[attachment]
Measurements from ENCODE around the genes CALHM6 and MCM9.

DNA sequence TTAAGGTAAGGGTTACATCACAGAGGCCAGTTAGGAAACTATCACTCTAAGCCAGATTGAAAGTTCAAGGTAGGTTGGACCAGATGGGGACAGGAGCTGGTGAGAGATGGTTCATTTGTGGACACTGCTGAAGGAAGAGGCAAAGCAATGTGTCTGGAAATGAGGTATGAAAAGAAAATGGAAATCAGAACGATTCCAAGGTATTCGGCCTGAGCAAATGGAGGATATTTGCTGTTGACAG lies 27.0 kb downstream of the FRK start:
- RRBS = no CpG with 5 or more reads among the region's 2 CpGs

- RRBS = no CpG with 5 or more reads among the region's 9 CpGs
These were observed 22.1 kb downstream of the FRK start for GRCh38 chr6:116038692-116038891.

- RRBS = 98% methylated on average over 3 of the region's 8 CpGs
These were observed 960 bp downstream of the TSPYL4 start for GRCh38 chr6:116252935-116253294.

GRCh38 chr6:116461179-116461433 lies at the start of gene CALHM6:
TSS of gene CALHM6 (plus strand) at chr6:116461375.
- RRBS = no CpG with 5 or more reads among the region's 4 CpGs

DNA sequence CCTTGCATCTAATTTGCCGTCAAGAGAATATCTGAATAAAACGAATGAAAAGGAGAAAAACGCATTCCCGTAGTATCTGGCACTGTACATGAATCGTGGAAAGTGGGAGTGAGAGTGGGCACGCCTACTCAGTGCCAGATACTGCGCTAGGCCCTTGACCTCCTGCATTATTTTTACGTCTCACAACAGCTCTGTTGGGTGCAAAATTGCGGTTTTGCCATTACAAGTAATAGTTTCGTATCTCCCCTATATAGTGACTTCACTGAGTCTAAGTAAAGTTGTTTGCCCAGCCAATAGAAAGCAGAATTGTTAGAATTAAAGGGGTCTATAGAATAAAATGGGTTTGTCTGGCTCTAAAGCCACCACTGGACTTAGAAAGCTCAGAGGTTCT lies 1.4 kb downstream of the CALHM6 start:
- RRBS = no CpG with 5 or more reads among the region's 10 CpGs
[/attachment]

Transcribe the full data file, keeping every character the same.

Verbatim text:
Measurements from ENCODE around the genes CALHM6 and MCM9.

DNA sequence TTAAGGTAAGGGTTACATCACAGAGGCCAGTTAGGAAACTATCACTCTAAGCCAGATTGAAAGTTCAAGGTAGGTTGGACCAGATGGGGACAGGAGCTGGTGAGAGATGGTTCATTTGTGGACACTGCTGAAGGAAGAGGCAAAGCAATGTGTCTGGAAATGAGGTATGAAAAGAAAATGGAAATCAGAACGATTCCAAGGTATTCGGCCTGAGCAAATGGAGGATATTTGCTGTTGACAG lies 27.0 kb downstream of the FRK start:
- RRBS = no CpG with 5 or more reads among the region's 2 CpGs

- RRBS = no CpG with 5 or more reads among the region's 9 CpGs
These were observed 22.1 kb downstream of the FRK start for GRCh38 chr6:116038692-116038891.

- RRBS = 98% methylated on average over 3 of the region's 8 CpGs
These were observed 960 bp downstream of the TSPYL4 start for GRCh38 chr6:116252935-116253294.

GRCh38 chr6:116461179-116461433 lies at the start of gene CALHM6:
TSS of gene CALHM6 (plus strand) at chr6:116461375.
- RRBS = no CpG with 5 or more reads among the region's 4 CpGs

DNA sequence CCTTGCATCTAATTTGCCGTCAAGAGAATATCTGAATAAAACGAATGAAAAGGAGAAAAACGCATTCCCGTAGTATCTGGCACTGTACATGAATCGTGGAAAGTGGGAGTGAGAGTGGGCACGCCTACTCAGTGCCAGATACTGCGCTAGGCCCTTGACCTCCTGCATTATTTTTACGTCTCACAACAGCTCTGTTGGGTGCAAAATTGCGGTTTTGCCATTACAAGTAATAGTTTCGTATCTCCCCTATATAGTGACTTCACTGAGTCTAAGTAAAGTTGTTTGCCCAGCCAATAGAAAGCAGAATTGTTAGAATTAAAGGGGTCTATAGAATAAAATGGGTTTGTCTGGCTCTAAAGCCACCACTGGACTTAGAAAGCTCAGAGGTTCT lies 1.4 kb downstream of the CALHM6 start:
- RRBS = no CpG with 5 or more reads among the region's 10 CpGs